FoodCorps' genius is helping to improve access to fresh, healthy food. Exciting people about growing their own food is a great way to make a real difference. We believe the real food movement is about more than food. It's about making people live richer, more healthy lives and FoodCorps is in the forefront of doing just that.FoodCorps is a national organization that enlists volunteers to give a year of public... more
US health authorities on Friday urged all boys age 11-12 to get a routine vaccination against the most common sexually transmitted disease, human papillomavirus, or HPV.
Other changes as part of an annual update to US immunization schedules included a recommended hepatitis B vaccine to the protect the livers of adults up to age 60 who have diabetes and a vaccine against whooping cough for pregnant women.
The updates, agreed upon by the Centers for Disease Control and Prevention’s Advisory Committee on Immunization Practices (ACIP), were published in the CDC’s Morbidity and Mortality Weekly report of February 3.
The HPV vaccine has been approved for girls since 2006 but the CDC had not expressly urged it for boys, though boys were included among those who could receive it to prevent certain cancers and genital warts.
Health experts have expressed hope that if pre-teen boys and girls are both encouraged to get the vaccine, the rate of infection will decrease in the general population.
About half of all sexually active adults will get HPV in their lifetime. There are more than 100 types of HPV, and most clear the body on their own, but some strains can linger and lead to cervical, anal or oral cancer.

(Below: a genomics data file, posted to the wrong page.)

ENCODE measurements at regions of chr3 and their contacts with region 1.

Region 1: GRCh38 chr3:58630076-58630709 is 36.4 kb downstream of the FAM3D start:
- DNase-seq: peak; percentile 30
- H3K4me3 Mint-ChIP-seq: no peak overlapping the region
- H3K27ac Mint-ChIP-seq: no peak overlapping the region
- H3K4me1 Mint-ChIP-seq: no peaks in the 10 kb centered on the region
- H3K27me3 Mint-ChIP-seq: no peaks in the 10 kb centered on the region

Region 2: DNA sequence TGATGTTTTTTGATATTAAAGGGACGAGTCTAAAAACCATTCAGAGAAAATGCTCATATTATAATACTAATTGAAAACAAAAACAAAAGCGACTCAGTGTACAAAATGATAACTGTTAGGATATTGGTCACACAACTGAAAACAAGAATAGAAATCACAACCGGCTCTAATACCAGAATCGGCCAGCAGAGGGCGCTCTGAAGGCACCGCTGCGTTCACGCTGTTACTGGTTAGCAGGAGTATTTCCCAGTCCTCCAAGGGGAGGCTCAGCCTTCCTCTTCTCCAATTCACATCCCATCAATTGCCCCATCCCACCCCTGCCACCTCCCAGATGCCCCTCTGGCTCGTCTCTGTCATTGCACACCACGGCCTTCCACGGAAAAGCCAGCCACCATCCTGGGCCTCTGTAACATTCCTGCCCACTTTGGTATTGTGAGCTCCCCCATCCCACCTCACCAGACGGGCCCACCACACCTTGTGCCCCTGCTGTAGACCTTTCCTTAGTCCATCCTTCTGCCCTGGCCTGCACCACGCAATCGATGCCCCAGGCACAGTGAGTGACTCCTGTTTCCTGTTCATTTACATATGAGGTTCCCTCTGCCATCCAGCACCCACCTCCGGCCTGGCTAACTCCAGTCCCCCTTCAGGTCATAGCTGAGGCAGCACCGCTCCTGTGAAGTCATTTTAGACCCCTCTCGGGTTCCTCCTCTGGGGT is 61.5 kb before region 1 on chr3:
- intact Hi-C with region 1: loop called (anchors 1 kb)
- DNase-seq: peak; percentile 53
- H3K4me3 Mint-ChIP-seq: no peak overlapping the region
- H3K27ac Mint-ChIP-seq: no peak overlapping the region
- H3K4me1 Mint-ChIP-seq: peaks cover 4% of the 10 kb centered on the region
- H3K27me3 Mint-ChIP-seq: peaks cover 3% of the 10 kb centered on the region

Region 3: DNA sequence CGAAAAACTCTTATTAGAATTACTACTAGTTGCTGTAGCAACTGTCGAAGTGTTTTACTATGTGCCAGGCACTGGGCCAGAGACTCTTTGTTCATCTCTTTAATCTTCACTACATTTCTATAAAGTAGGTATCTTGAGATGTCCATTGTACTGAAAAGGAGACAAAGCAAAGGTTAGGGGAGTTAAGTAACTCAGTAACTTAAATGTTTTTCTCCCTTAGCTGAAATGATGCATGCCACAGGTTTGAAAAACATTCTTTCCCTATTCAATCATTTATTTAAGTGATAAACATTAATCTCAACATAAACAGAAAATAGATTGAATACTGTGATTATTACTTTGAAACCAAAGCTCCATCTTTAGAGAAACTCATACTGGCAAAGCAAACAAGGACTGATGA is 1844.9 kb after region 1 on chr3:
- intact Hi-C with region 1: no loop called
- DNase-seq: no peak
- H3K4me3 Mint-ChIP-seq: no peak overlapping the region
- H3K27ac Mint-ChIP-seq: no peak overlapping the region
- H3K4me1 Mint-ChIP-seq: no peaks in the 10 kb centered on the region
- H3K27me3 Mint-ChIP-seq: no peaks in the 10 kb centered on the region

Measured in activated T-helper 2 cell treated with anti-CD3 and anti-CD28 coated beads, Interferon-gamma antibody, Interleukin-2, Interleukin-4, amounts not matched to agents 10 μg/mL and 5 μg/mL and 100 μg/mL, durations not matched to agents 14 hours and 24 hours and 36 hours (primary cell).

Only about 20 percent of women aged 19-27 reported having received the HPV vaccine in 2010, up slightly from 17.6 percent in 2009, the CDC said.
The vaccine, currently recommended for girls age 11-26, has faced resistance from some parents over fears that immunizing young girls would encourage them to be promiscuous.
The new guidelines, which were first urged by ACIP in October, call for all males aged 11-12 to get the vaccine too, with a catch up vaccination for those between the ages of 13 and 21 if they missed it.
HPV vaccine also is recommended for males 22-26 years old who have not been vaccinated before and who have weakened immune defenses, who test positive for human immunodeficiency virus (HIV), or who have sex with men.
Read more... here... http://www.theinset.com/2012/02/recommends-routine-hpv-vaccination/US health authorities on Friday urged all boys age 11-12 to get a routine vaccination... more
Taking aspirin may do more harm tha`n good, according to a study by the Political Economy Research Institute.
The study sought to discover which companies produce the highest “toxic score,” a rating derived from a combination of what the Political Economy Research Institute deems to be a company’s toxic outputs.
The group’s findings were surprising. Bayer Group, makers of Aleve and Aspirin, topped their list of world’s worst polluters, even beating out oil giants Valero Energy Corp., ConocoPhillips and Exxonmobile.